The Real Deal Miami

Condo developers attempt to push north with pricey new towers

Peter Zalewski tackles reader questions and opinions about the SoFla market

August 01, 2014 02:15PM
By Peter Zalewski

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Peter Zalewski

Peter Zalewski

Peter Zalewski is a real estate market consultant, non-practicing licensed real estate broker and columnist for The Real Deal who now answers reader questions about the South Florida real estate market in a new weekly Friday column. Questions and comments can be sent to southfloridanews@therealdeal.com. The TRD editors will choose which submissions will be addressed.

Question: We’re starting to see Miami Beach-like luxury developments expand to the north along Collins Avenue on the barrier island. How far north on Collins Avenue can high-end condo builders realistically go and still expect to find demand?

The ultimate address for South Florida’s preconstruction condo market from a pricing perspective is the South of Fifth neighborhood in the South Beach market, where the minimum presale buy-in amount for a unit starts at more than $1,650 per square foot.

The fact that South Beach is reportedly selling at some of the highest prices per square foot for condos is not a new trend, but what is noteworthy in this current boom is the attempt by developers to achieve South of Fifth prices in areas that are far removed from the southern tip of the barrier island.

Consider that preconstruction condo prices in the South of Fifth neighborhood range from a minimum asking price per square foot of more than $1,690 at the 321 Ocean Drive project to $2,700 at Marea South Beach, according to the latest Developers Pricing Survey produced by the preconstruction condo projects website CraneSpotters.com.

(For disclosure purposes, my firm operates the website.)

Moving north on the barrier island along the primary road – Collins Avenue, which is also known as State Road A1A – from South Pointe Drive, presale condo prices generally decrease, but that is not the case this time around.

For example, preconstruction prices at the Residences at the Miami Beach Edition project on 29th Street start at $2,300 per square foot. At the Faena House on 33rd Street in Miami Beach, the last known asking minimum price at the secretive project was more than $1,900 per square foot.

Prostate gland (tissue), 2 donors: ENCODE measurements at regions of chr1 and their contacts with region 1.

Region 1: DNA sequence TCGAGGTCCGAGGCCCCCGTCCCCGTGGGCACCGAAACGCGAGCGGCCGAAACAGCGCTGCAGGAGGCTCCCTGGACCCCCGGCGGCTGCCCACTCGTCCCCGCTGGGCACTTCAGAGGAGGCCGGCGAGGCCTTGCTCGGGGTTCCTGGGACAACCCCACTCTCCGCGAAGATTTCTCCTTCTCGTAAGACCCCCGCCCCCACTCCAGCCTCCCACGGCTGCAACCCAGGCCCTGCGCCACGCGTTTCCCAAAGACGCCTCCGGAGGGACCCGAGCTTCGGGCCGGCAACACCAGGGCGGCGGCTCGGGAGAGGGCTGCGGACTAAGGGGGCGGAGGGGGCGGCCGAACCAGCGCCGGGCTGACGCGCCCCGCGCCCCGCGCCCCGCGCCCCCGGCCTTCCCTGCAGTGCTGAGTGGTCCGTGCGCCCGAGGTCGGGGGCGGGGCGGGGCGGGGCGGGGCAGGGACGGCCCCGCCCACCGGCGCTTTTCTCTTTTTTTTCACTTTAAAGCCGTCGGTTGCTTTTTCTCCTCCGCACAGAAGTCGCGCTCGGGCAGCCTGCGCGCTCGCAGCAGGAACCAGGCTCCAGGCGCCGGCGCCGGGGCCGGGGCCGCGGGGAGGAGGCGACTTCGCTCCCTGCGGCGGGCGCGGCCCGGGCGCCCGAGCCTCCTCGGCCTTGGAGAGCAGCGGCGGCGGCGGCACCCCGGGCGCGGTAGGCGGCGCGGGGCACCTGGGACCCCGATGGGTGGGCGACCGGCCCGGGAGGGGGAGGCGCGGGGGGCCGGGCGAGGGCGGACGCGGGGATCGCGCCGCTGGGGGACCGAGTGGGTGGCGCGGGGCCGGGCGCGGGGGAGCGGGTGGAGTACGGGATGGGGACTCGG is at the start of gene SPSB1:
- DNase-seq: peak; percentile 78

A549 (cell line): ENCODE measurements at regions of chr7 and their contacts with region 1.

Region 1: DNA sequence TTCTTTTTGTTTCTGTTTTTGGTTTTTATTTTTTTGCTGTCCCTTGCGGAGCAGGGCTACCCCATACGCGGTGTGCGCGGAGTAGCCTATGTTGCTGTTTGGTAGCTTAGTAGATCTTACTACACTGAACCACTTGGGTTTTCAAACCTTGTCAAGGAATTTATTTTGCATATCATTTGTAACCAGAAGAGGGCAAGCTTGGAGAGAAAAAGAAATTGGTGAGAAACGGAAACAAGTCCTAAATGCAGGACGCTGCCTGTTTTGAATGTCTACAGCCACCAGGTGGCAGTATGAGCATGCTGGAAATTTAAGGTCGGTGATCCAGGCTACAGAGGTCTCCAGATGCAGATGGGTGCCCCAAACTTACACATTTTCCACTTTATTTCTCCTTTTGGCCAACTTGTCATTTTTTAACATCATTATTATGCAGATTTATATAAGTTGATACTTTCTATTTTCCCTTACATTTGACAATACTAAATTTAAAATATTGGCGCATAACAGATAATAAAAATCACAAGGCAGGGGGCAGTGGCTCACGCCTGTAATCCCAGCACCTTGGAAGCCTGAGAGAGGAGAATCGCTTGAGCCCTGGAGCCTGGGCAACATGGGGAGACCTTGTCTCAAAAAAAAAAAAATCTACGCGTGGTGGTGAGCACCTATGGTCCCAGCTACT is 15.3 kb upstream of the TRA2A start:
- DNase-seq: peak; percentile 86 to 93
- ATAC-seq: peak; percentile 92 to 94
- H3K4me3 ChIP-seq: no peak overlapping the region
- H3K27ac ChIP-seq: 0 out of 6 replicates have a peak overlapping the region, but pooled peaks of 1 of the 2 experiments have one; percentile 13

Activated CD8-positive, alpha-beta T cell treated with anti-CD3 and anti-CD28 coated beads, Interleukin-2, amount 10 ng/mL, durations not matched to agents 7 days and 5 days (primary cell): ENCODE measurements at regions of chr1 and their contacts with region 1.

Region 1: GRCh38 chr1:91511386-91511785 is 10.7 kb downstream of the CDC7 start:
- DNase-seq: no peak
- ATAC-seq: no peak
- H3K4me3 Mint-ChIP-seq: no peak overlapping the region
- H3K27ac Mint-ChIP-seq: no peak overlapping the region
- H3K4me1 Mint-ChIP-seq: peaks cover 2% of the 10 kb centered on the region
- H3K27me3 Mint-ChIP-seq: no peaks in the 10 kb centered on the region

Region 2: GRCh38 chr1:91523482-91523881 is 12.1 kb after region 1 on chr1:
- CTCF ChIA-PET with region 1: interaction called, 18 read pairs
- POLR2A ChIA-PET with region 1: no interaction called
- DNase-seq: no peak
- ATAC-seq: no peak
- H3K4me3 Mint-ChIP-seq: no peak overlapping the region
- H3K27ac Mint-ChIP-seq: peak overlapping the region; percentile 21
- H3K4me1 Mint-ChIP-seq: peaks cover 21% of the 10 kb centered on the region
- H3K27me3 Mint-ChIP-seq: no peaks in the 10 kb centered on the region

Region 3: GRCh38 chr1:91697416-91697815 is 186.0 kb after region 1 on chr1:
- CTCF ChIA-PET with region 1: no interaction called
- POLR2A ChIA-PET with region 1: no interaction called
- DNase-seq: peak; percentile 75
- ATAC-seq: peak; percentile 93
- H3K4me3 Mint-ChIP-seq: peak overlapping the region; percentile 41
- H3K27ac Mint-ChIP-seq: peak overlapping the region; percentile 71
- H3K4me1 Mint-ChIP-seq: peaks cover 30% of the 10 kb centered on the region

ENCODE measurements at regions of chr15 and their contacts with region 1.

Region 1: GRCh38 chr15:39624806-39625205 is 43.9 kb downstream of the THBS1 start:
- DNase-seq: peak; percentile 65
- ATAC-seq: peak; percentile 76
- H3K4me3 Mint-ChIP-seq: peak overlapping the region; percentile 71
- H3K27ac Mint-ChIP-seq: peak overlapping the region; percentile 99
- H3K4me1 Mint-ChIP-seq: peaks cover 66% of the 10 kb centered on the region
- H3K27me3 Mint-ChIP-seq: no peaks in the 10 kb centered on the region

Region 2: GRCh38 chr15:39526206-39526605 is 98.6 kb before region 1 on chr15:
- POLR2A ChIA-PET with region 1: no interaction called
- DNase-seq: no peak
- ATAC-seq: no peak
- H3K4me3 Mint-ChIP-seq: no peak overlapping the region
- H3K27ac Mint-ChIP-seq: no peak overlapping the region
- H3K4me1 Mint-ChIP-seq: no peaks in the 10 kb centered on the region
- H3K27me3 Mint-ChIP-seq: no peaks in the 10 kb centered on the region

Preconstruction prices in the North Beach submarket of Miami Beach start at more than $575 per square foot at the handful of new condo projects that are currently marketing new units for sale. This minimum price is expected to increase as a number of announced towers are preparing to launch presales as soon as the fourth quarter of this year.

Traveling north up Collins Avenue, preconstruction condo projects in the town of Surfside are starting at $1,800 per square foot at the Surf Club Four Seasons Private Residences on 90th Street and more than $1,500 per square foot at the Fendi Chateau Residences on 93rd Street.

In the village of Bal Harbour, only one project – Oceana Bal Harbour – is going forward at this time. This project has a minimum asking price of $1,350 per square foot.

North of Bal Harbour in Sunny Isles Beach, preconstruction condo prices in this barrier island city are comparable to Miami Beach.

Minimum presale prices for new condos start at less than $500 per square foot at the Parque Towers on the west side of Collins Avenue fronting the Intracoastal Waterway, compared with nearly $1,270 per square foot at the Jade Signature on the east side of Collins Avenue facing the Atlantic Ocean.

It is worth noting, the Mansions At Acqualina has the highest minimum asking price per square foot in Sunny Isles Beach at $1,900.

Preconstruction condo prices north of Sunny Isles Beach drop off noticeably on the barrier island in Broward County.

In Hollywood, minimum presale prices range from $425 per square foot at the Seaside Village on the west side of Collins Avenue to $715 per square foot at the Sage Beach project that faces the Atlantic Ocean.

Preconstruction condo prices for the handful of other projects announced near State Road A1A in South Florida vary widely based on the city in which the towers are to be located.